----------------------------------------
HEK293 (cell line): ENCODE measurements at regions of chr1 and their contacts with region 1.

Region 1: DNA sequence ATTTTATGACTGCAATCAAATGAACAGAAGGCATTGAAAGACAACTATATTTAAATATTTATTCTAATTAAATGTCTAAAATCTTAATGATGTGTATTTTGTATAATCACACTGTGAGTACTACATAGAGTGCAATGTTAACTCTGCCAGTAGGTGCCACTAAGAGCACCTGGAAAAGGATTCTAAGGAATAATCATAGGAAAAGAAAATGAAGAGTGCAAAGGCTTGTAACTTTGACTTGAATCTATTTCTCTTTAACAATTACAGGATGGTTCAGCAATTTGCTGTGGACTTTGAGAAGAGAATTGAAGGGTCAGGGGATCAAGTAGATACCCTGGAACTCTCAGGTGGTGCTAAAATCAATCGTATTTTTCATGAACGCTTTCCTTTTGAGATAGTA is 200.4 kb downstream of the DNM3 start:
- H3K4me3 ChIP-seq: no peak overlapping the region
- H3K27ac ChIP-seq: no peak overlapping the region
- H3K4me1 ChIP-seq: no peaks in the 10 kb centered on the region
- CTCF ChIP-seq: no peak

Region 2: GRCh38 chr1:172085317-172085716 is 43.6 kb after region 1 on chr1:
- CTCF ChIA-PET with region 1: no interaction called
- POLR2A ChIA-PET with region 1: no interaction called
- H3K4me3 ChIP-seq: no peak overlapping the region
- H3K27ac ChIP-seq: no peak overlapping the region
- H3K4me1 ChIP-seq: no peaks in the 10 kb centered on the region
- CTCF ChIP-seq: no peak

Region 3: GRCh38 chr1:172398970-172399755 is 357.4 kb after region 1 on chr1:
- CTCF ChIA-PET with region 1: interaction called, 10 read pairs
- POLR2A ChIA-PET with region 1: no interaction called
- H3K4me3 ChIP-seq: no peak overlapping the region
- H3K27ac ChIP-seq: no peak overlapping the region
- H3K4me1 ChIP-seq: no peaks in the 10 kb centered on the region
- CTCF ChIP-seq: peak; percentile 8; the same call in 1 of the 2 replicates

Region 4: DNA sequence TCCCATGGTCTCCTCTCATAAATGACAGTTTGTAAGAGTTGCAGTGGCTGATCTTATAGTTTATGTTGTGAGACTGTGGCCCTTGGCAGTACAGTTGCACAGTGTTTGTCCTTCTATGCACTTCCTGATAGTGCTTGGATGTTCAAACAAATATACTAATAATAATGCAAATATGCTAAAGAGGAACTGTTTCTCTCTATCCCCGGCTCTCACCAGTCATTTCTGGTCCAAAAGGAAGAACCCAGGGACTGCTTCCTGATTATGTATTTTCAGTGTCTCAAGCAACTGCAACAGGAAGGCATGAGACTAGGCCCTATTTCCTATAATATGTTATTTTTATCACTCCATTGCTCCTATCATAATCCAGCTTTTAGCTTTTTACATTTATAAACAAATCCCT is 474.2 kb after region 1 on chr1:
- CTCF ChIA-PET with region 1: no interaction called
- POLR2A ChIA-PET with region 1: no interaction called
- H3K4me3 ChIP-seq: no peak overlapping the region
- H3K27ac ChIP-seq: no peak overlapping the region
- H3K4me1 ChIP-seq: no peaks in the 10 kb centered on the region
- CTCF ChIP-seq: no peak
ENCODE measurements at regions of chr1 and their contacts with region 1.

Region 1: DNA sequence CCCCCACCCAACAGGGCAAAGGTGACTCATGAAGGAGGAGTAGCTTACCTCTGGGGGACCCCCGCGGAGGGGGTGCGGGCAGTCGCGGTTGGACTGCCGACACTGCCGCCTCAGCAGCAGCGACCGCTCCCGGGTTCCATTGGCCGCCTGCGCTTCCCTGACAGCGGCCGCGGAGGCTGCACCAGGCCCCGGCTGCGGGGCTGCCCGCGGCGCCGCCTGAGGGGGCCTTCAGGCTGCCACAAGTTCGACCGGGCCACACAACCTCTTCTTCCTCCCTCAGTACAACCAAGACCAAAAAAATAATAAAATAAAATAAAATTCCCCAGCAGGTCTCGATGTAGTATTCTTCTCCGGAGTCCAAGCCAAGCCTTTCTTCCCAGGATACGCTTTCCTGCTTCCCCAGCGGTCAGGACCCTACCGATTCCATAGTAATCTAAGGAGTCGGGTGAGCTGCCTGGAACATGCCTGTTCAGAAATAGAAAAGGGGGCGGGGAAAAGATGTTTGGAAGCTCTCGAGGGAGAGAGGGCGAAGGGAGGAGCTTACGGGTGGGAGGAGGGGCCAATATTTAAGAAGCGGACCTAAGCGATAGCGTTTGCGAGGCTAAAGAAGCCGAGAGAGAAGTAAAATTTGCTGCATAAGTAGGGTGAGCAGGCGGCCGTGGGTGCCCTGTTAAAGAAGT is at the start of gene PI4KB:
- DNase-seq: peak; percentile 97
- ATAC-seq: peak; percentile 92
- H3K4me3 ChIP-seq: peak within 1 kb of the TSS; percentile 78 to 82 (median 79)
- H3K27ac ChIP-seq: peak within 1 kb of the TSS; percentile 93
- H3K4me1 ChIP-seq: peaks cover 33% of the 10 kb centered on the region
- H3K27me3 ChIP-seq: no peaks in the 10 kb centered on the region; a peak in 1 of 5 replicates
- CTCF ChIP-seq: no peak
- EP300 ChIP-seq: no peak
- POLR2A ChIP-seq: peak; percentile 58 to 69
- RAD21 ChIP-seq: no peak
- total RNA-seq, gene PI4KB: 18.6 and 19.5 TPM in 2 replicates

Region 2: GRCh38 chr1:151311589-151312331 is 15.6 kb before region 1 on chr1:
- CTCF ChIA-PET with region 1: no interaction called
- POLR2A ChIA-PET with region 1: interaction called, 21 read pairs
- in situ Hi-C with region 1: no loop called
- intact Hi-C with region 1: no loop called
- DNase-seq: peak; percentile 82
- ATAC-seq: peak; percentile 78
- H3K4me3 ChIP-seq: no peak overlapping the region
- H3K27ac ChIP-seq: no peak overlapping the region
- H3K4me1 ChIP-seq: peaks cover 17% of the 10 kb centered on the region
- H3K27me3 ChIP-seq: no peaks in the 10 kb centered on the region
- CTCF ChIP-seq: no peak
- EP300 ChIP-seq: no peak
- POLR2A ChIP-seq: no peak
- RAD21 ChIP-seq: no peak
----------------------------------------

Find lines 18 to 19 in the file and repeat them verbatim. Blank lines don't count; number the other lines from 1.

- H3K27ac ChIP-seq: no peak overlapping the region
- H3K4me1 ChIP-seq: no peaks in the 10 kb centered on the region